How to Name Your Church Ministries

At some point, most church leaders are going to sit in a room and discuss what to name a ministry or a program in their churches. For many churches, the naming process is haphazard and unintentional, and the resulting hot mess of names only confirms the lack of coherent strategy in the church. To help you approach the naming process with greater purpose, here are a few thoughts.

1. Determine your approach.

Organizational theorists draw a distinction between a “house of brands” and a “branded house.” A house of brands doesn’t lead with an overarching brand, but stewards a plethora of brands. For example, Procter and Gamble (house of brands) manages brands from Pampers to Pantene to Pepto-Bismol. On the other side of the spectrum, Virgin (branded house) leads with an overarching brand of unconventionality and offers a plethora of Virgin lifestyle and travel products/services.

A church example from the multiple campus approach is LifeChurch and Northpoint ministries. LifeChurch is clearly a branded house — they lead with the overarching brand in communicating their campuses. Northpoint leads with names more connected to local communities: Buckhead, Gwinnett, etc.

So first determine where you fall on the branded (ministry) house — house of (ministry) brands spectrum.

Each approach has strengths. A branded house leverages all impressions and interactions in the same direction. A house of brands allows you to steward ministries with different philosophies and purposes for different groups of people. When I served as an executive pastor in a local church, I personally leaned strongly toward the branded house approach. I found wisdom in leveraging everything in the same direction and struggled with the confusing nature of a plethora of ministry names.

Now, as Vice President at LifeWay, I am very appreciative for the house of brands approach. The division I lead offers churches multiple “brands.” For example, in the realm of ongoing Bible studies, we have different Bible study lines built on unique values and approaches. The Gospel Project is very different from Explore the Bible and Bible Studies for LifeThe Gospel Project is designed around a “theological” starting point, Explore the Bible around a “text” starting point, and Bible Studies for Life around a “life” starting point.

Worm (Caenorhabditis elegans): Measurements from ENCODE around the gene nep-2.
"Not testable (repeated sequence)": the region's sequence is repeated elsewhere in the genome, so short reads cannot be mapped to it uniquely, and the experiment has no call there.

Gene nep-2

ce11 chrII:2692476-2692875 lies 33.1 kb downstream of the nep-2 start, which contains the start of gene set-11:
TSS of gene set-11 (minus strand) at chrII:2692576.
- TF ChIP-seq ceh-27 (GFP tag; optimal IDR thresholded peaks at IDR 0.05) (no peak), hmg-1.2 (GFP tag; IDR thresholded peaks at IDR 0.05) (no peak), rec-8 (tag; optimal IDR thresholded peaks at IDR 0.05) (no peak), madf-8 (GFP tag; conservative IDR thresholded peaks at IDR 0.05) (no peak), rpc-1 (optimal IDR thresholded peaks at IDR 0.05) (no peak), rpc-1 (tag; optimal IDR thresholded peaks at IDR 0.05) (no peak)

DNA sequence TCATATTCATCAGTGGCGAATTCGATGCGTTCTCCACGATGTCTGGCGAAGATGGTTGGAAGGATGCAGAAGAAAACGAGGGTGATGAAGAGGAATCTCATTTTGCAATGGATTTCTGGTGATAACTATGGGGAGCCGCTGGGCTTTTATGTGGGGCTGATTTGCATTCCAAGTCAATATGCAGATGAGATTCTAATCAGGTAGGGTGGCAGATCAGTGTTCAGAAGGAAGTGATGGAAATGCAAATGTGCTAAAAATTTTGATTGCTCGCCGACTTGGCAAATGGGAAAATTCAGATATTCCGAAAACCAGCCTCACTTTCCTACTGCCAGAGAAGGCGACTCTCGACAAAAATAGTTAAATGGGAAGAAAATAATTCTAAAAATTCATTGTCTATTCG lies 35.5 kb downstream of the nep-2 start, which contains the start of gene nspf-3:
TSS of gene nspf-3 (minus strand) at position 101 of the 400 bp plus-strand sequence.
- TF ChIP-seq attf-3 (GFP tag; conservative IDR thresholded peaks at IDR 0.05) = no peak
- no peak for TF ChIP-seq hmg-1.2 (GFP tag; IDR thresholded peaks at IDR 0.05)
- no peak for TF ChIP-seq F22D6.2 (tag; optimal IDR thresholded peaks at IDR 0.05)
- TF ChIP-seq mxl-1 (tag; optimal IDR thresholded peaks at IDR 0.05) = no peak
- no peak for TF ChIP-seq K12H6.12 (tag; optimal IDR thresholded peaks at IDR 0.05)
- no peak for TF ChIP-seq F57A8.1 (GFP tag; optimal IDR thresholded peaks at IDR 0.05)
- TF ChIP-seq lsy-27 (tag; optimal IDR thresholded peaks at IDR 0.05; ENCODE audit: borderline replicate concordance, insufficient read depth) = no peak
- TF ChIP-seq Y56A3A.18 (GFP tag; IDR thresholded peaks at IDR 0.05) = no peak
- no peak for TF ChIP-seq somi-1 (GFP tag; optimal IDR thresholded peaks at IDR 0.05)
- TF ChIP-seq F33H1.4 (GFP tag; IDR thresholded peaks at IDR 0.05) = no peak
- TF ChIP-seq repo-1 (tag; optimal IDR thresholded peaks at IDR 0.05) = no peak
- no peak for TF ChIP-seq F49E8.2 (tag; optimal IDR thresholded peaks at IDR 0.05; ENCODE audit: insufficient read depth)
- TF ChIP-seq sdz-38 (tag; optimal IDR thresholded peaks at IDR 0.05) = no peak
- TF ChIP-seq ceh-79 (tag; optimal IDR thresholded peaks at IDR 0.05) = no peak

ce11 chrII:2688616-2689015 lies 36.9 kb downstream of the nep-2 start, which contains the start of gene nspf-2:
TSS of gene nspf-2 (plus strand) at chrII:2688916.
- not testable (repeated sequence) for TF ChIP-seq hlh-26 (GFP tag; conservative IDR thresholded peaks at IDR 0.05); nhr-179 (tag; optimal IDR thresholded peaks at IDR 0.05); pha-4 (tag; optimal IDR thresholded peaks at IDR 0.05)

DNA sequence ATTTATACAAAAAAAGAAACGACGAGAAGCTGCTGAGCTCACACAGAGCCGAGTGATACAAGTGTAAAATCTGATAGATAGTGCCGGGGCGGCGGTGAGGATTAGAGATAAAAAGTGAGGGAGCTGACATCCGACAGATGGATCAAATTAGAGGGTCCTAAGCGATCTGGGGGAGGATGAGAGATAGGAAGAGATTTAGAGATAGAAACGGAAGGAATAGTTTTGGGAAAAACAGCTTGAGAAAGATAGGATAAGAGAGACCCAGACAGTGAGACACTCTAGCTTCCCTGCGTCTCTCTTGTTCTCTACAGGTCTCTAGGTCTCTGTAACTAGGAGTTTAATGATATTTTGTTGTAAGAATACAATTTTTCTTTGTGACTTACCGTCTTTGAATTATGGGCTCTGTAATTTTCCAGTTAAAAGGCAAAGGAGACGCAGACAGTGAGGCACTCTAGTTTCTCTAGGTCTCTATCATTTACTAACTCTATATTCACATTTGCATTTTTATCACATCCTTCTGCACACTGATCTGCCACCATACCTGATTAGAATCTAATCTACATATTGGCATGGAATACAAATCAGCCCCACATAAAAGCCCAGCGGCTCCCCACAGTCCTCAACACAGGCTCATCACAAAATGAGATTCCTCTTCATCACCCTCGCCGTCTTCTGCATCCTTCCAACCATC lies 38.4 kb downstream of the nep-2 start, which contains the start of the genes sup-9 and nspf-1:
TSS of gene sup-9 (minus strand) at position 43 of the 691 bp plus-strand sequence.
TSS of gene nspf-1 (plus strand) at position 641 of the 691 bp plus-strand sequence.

While each brand is rooted in Scripture and focused on Christ, the different brands are designed to meet different group needs and desires.
So what am I recommending for a local church?

For a local church, I would only recommend a house of brands approach if: (a) you have a very simple ministry philosophy that abhors clutter and duplication as too many names will pull people in too many directions, or (b) you are launching a ministry that’s very different from your current ministry offerings and the ministry would benefit from the distinction — such as a separate not-for-profit, a community counseling center, etc.

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Eric Geiger
Eric Geiger serves as the Vice President of the Church Resource Division at LifeWay Christian Resources. Prior to LifeWay, Eric served local churches, most recently investing eight years as the executive pastor of Christ Fellowship Miami. Eric received his doctorate in leadership and church ministry from Southern Seminary. He is also a teaching pastor and a frequent speaker and consultant on church mission and strategy. Eric authored or co-authored several books including the best selling church leadership book, Simple Church. Eric is married to Kaye, and they have two daughters: Eden and Evie. During his free time, Eric enjoys dating his wife, playing with his daughters, and shooting basketball.

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